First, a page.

As we have discussed, in order to write programs that use the pushdown stack abstraction, we need first to define the interface. To this end, our convention is to declare a collection of public methods to be used in class implementations, as illustrated in Program 4.4. We keep all other class members private, so that Java will ensure that these methods are the only connection between client programs and implementations. This mechanism allows us to write programs that use these abstract operations. To enforce the abstraction, we use the class mechanism to hide the data structure and the implementation from the client. In , we consider examples of client programs that use the stack abstraction; in , we consider implementations.

The stack ADT interface of Program 4.4 defines stacks of integers, when we would like to be able to work with stacks of items of any type. Indeed, our example in Screenshot uses stacks of characters, which would require that we define an interface like Program 4.4 for charStack classes where the parameter to push and the return value from pop are of type char. In order to separate our discussion of implementing and using stacks from our discussion of doing so in a generic way, we will defer discussion of the latter to .

In an ADT, the purpose of the interface is to serve as a contract between client and implementation. If both client and implementation use methods with the signatures in the interface, then we know that the calls in the client program and the method definitions in the implementation match. The interface otherwise contains no information about how the methods are to be implemented, or even how they are to behave. How can we explain what a stack is to a client program? For simple structures like stacks, one possibility is to exhibit the code, but this solution is clearly not effective in general. Most often, programmers resort to English-language descriptions in documentation that accompanies the code.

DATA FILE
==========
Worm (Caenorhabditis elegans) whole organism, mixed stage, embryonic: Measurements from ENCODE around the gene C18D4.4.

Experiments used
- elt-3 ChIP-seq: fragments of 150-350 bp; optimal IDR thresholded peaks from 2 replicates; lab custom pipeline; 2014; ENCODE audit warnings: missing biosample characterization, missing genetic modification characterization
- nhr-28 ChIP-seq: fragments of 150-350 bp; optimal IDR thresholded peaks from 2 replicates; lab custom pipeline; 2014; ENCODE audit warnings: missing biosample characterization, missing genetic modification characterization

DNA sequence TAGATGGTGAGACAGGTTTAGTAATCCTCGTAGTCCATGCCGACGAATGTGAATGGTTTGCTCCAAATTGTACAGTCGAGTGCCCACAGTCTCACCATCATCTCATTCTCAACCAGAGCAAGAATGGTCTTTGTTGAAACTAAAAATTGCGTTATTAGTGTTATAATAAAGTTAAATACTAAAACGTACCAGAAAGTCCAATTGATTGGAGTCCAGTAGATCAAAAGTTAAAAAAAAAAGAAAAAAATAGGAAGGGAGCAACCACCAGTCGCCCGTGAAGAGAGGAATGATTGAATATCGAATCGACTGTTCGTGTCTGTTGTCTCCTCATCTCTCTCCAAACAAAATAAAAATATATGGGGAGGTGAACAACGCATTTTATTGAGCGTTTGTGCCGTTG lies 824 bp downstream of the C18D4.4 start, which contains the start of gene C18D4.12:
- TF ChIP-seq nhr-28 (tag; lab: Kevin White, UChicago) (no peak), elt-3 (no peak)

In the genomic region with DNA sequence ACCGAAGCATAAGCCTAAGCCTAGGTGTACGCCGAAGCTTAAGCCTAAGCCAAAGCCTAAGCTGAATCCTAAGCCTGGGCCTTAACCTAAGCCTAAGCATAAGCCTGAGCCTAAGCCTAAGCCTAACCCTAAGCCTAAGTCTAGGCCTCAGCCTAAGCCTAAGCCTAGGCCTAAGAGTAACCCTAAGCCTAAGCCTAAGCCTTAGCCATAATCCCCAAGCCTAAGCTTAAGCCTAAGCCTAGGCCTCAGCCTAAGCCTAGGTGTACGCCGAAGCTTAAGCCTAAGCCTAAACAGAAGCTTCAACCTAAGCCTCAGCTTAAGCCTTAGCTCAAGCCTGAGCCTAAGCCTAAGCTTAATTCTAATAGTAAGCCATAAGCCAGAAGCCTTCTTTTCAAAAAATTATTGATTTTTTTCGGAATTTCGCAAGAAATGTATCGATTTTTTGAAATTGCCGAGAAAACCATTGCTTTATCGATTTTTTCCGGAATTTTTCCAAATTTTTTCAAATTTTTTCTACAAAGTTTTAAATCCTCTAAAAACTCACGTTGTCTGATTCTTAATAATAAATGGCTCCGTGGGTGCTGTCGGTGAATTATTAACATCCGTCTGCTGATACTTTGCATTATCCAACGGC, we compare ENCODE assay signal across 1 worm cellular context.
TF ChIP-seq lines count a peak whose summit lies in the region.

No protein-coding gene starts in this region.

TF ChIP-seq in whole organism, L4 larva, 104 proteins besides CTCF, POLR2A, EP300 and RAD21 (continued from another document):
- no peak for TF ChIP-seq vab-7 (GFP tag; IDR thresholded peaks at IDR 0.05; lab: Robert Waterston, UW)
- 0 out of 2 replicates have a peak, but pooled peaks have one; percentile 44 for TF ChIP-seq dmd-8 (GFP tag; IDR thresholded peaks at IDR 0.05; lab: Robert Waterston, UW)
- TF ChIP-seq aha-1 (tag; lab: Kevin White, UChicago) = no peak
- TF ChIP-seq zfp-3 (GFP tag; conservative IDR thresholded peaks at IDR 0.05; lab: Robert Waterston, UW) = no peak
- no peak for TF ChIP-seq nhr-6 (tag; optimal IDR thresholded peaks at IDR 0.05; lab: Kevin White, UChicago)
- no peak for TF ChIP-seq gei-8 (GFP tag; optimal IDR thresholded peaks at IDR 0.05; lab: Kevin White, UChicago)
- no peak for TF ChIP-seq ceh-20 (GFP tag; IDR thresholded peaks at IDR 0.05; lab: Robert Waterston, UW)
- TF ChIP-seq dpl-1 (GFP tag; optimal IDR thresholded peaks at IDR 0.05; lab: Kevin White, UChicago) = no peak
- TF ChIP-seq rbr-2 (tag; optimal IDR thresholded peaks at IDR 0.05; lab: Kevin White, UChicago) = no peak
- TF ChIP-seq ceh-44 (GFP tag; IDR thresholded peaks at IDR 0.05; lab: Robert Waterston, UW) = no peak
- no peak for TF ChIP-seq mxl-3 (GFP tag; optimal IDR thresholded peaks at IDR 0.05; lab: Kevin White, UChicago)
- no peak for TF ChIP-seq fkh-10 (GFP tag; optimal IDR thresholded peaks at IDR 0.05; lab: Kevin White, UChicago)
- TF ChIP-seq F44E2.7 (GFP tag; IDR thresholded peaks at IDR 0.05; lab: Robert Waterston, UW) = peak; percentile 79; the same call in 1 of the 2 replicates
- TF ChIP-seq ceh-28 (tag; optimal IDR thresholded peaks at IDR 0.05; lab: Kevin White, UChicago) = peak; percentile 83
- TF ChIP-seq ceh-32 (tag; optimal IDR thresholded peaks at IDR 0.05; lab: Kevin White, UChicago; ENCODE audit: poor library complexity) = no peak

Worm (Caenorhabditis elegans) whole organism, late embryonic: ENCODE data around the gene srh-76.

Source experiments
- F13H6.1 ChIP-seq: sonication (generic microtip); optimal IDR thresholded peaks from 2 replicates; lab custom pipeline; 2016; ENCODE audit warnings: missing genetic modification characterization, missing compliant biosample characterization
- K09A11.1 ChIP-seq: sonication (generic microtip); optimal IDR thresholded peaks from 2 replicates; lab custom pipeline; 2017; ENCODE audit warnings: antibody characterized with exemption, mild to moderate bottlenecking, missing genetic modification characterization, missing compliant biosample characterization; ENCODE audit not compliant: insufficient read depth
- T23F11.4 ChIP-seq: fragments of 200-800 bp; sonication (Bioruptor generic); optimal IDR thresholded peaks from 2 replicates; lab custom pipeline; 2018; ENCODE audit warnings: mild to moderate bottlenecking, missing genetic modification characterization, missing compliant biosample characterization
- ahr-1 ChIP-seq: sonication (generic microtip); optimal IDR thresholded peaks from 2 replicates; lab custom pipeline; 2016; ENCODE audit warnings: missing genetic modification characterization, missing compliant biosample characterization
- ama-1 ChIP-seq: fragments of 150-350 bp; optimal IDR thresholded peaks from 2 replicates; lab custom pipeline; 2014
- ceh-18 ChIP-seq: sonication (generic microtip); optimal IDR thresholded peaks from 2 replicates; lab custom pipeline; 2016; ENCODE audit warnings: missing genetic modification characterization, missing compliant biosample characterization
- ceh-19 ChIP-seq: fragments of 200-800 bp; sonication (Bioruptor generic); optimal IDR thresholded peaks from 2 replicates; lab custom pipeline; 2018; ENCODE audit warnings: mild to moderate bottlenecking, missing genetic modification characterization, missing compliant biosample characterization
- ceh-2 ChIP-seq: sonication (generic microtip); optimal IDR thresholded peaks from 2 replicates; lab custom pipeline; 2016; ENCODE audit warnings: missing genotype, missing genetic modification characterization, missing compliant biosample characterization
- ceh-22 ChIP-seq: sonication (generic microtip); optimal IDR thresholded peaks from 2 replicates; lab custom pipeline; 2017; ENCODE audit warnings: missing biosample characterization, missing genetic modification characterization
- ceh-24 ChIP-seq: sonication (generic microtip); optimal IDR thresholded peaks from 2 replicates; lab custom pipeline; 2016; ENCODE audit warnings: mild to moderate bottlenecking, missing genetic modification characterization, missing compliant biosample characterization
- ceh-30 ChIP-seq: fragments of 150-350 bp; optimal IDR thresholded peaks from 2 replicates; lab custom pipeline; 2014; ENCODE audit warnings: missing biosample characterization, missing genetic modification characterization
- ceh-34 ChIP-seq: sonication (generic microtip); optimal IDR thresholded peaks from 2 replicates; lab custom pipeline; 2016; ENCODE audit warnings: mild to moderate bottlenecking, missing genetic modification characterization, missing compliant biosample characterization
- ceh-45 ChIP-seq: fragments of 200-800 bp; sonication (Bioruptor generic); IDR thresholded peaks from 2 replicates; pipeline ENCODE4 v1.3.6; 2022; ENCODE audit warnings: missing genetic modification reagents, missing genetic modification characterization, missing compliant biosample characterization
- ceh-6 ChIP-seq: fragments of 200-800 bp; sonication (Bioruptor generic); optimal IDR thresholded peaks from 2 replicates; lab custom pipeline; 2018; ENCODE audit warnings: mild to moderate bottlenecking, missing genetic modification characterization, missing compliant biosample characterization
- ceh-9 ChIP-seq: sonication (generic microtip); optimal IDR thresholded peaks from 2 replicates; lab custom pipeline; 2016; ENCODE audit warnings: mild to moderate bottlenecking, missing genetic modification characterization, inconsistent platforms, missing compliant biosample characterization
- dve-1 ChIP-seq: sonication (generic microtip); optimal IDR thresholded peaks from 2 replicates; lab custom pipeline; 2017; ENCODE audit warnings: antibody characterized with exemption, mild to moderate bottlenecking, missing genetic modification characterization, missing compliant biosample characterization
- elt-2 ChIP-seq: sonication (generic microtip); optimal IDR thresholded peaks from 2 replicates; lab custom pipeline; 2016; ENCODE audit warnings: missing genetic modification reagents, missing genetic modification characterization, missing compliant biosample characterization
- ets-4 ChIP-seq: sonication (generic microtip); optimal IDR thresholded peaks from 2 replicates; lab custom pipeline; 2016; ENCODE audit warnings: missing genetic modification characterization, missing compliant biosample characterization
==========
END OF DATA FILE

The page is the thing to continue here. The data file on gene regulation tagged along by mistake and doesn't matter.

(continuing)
A rigorous treatment of this situation requires a full description, in some formal mathematical notation, of how the methods are supposed to behave. Such a description is sometimes called a specification. Developing a specification is generally a challenging task. It has to describe any program that implements the methods in a mathematical metalanguage, whereas we are used to specifying the behavior of methods with code written in a coding language. In practice, we describe behavior in English-language descriptions. Before getting drawn further into epistemological issues, we move on. In this tutorial, we give detailed examples, English-language descriptions, and multiple implementations for most of the ADTs that we consider.

To emphasize that our specification of the pushdown stack ADT is sufficient information for us to write meaningful client programs, in we consider (before thinking about any implementation) two client programs that use pushdown stacks.


Java graphics icon01.gif 4.5 A letter means push and an asterisk means pop in the sequence

E A S * Y * Q U E * * * S T * * * I O * N * * *. Give the sequence of values returned by the pop operations.

Using the conventions of Exercise 4.5, give a way to insert asterisks in the sequence E A S Y so that the sequence of values returned by the pop operations is (i) E A S Y ; (ii) Y S A E ; (iii) A S Y E ; (iv) A Y E S ; or, in each instance, prove that no such sequence exists.

Java graphics roundbullet.gifJava graphics roundbullet.gif 4.7 Given two sequences, give an algorithm for determining whether or not asterisks can be added to make the first produce the second, when interpreted as a sequence of stack operations in the sense of Exercise 4.6.